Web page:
Skip to main content
Geosciences LibreTexts

1.3: Polar dinosaurs in Australia?

  • Page ID
    \( \newcommand{\vecs}[1]{\overset { \scriptstyle \rightharpoonup} {\mathbf{#1}} } \) \( \newcommand{\vecd}[1]{\overset{-\!-\!\rightharpoonup}{\vphantom{a}\smash {#1}}} \)\(\newcommand{\id}{\mathrm{id}}\) \( \newcommand{\Span}{\mathrm{span}}\) \( \newcommand{\kernel}{\mathrm{null}\,}\) \( \newcommand{\range}{\mathrm{range}\,}\) \( \newcommand{\RealPart}{\mathrm{Re}}\) \( \newcommand{\ImaginaryPart}{\mathrm{Im}}\) \( \newcommand{\Argument}{\mathrm{Arg}}\) \( \newcommand{\norm}[1]{\| #1 \|}\) \( \newcommand{\inner}[2]{\langle #1, #2 \rangle}\) \( \newcommand{\Span}{\mathrm{span}}\) \(\newcommand{\id}{\mathrm{id}}\) \( \newcommand{\Span}{\mathrm{span}}\) \( \newcommand{\kernel}{\mathrm{null}\,}\) \( \newcommand{\range}{\mathrm{range}\,}\) \( \newcommand{\RealPart}{\mathrm{Re}}\) \( \newcommand{\ImaginaryPart}{\mathrm{Im}}\) \( \newcommand{\Argument}{\mathrm{Arg}}\) \( \newcommand{\norm}[1]{\| #1 \|}\) \( \newcommand{\inner}[2]{\langle #1, #2 \rangle}\) \( \newcommand{\Span}{\mathrm{span}}\)

    As a meteorologist, Alfred Wegener was fascinated by questions such as: Why do coal deposits, a relic of lush ancient forests, occur in the icy barrenness of Antarctica? And why are glacial deposits found in now sweltering tropical Africa? Wegener reasoned that such anomalies could be explained if these two present-day continents -- together with South America, India, and Australia -- originally were part of a supercontinent that extended from the equator to the South Pole and encompassed a wide range of climatic and geologic environments. The break-up of Pangaea and subsequent movement of the individual continents to their present positions formed the basis for Wegener's continental drift theory.

    Recently, paleontologists (specialists in studies of fossils) have carefully studied some well-preserved dinosaur remains unearthed at Dinosaur Cove, at the southeastern tip of mainland Australia. Dinosaurs found in most other parts of the world are believed to have lived in temperate or tropical regions, but these Australian species, popularly called "polar" dinosaurs, seemed well adapted to cooler temperature conditions. They apparently had keen night vision and were warm-blooded, enabling them to forage for food during long winter nights, at freezing or sub-freezing temperatures.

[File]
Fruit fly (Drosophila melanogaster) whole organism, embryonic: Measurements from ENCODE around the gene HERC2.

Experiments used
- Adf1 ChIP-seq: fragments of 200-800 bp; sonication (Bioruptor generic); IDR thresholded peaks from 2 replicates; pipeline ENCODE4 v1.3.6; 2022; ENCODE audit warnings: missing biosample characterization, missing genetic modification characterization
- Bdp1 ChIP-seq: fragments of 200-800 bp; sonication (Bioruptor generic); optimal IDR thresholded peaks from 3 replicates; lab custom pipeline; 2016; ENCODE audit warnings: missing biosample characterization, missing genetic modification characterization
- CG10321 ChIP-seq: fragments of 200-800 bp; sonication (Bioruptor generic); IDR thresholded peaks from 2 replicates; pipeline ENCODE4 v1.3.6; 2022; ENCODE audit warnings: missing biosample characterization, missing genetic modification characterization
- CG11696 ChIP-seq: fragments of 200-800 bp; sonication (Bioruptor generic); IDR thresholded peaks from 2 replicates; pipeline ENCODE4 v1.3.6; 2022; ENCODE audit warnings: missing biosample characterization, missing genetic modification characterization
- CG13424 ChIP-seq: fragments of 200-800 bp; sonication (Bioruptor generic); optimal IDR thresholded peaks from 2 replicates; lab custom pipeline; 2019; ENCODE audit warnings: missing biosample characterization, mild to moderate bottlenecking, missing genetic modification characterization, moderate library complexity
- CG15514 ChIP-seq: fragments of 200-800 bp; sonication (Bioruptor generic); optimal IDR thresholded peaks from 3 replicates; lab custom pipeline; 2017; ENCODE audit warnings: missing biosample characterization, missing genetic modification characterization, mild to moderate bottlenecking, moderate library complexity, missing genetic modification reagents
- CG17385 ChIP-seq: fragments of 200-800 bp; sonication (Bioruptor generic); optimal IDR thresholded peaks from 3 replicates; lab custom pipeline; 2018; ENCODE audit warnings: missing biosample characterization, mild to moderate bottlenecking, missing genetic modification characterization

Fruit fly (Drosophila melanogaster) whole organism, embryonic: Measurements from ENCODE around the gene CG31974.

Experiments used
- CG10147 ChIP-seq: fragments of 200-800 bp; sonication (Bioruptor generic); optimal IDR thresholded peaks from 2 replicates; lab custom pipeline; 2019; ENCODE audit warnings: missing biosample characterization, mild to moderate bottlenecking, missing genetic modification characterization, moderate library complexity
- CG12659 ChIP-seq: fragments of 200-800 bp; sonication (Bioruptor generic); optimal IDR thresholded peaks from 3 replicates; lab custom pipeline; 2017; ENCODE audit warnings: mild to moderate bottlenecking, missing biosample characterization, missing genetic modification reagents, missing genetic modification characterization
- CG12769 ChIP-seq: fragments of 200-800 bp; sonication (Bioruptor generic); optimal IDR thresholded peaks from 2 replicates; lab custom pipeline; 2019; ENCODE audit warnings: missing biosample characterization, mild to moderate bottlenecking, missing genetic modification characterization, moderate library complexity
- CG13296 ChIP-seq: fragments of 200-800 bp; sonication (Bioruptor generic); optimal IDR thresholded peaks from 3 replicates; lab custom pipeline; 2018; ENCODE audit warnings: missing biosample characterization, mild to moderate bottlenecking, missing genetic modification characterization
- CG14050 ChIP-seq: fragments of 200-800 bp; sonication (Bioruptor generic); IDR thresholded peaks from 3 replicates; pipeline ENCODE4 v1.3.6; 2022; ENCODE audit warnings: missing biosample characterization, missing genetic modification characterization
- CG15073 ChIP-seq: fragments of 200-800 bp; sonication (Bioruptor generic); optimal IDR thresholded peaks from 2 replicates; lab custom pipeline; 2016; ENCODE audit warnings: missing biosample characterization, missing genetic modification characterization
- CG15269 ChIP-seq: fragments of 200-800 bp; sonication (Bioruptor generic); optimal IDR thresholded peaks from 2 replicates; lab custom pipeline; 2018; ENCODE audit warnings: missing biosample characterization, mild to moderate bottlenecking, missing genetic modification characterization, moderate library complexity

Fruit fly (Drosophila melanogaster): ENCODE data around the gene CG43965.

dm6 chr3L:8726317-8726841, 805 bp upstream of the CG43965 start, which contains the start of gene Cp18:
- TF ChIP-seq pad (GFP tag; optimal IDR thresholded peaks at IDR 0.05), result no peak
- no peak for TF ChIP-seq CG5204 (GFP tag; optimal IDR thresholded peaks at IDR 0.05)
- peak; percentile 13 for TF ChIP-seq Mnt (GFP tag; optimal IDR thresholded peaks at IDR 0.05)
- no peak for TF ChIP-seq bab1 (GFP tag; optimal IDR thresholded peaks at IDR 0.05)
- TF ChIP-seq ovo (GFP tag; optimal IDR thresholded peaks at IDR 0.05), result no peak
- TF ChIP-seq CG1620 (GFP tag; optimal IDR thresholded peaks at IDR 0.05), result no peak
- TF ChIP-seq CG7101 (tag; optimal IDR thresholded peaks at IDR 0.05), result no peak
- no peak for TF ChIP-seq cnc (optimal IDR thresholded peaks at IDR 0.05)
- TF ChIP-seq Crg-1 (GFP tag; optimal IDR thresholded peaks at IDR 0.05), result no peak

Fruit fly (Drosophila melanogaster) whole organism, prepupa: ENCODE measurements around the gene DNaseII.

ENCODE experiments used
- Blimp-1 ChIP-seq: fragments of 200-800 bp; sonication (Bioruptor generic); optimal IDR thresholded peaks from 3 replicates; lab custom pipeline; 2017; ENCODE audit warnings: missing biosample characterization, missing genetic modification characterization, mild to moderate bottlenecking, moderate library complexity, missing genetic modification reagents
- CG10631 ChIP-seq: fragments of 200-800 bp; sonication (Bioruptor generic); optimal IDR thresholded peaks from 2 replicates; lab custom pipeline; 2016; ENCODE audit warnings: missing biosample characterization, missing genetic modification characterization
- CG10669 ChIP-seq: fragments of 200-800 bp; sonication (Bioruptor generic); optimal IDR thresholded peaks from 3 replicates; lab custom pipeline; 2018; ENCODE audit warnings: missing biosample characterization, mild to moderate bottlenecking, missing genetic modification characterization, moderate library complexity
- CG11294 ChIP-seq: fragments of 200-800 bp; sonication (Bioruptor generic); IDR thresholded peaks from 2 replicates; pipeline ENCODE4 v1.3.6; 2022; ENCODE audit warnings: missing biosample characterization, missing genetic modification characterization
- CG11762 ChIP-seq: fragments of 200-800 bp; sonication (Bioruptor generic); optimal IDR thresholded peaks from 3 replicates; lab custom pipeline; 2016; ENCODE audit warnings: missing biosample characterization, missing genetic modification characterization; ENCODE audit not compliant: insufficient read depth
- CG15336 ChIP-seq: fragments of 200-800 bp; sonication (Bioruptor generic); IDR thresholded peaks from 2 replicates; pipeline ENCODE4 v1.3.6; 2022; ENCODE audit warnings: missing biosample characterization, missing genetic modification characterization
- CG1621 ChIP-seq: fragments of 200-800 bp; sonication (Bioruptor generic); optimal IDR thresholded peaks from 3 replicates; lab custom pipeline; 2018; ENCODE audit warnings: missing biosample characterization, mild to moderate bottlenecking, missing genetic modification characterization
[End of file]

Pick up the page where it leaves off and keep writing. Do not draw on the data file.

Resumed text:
This scene -- from a mini-sheet of postage stamps featuring Australian dinosaurs-- shows some of the warm-blooded dinosaurs that thrived in the Dinosaur Cove area under the polar weather conditions that prevailed during the Early Cretaceous (100 - 125 million years ago). (Original artwork by Peter Trusler; reproduced with permission of the Australia Post.)

    The last of the dinosaurs became extinct during a period of sharp global cooling toward the end of the Cretaceous period (about 65 million years ago). One current theory contends that the impact of one or more large comets or asteroids was responsible for the cooling trend ("impact winter") that killed off the dinosaurs; another theory attributes the sudden cooling to global climate change brought on by a series of huge volcanic eruptions over a short period of time ("volcanic winter"). The discovery of the polar dinosaurs clearly suggests that they survived the volcanic winter that apparently killed other dinosaur species. This then raises an intriguing question: Why did they become extinct if they were well adapted to a cold climate? Paleontologists do not have the answers. Regardless, this recently acquired paleontologic evidence convincingly demonstrates that Australia has drifted north toward the equator during the past 100 million years. At the time when the Australian polar dinosaurs thrived, their habitat was much farther south, well within the Antarctic Circle.

    In 1991, paleontologists discovered the Cryolophosaurus ellioti, a previously unknown dinosaur species and the only one found on the continent of Antarctica. Cryolophosaurus fossils were found at Mount Kirkpatrick, located only 600 km from the present-day South Pole. This newly discovered carnivorous dinosaur probably was similar in appearance to the Allosaurus (see artwork above), except for a distinctive bony crest on its head, another meat-eating species found at Dinosaur Cove, Australia. Studies show that the Cryolophosaurus lived about 200 millions years ago, when Antarctica was still part of Gondwana and had a climate similar to that of Pacific Northwest--mild enough to support large plant-eating animal life, upon which the Cryolophosaurus preyed. With the break-up of Gondwana, Allosaurus and Cryolophosaurus parted company, as Australia drifted northward toward the equator and Antarctica drifted southward to the South Pole.

    Had the Australian polar dinosaurs and the Cryolophosaurus been discovered while he was alive, the embattled Alfred Wegener would have been delighted!

    Approximately 100 million years ago, the Dinosaur Cove area (small red outlined boxes) at the southern end of Australia was well within the Antarctic Circle, more than 40 degrees closer to the South Pole than it is today.

    Contributors and Attributions

    W. Jacquelyne Kious and Robert Tilling ("The Dynamic Earth" via the U.S. Geological Survey)

    This page titled 1.3: Polar dinosaurs in Australia? is shared under a Public Domain license and was authored, remixed, and/or curated by .

    • Was this article helpful?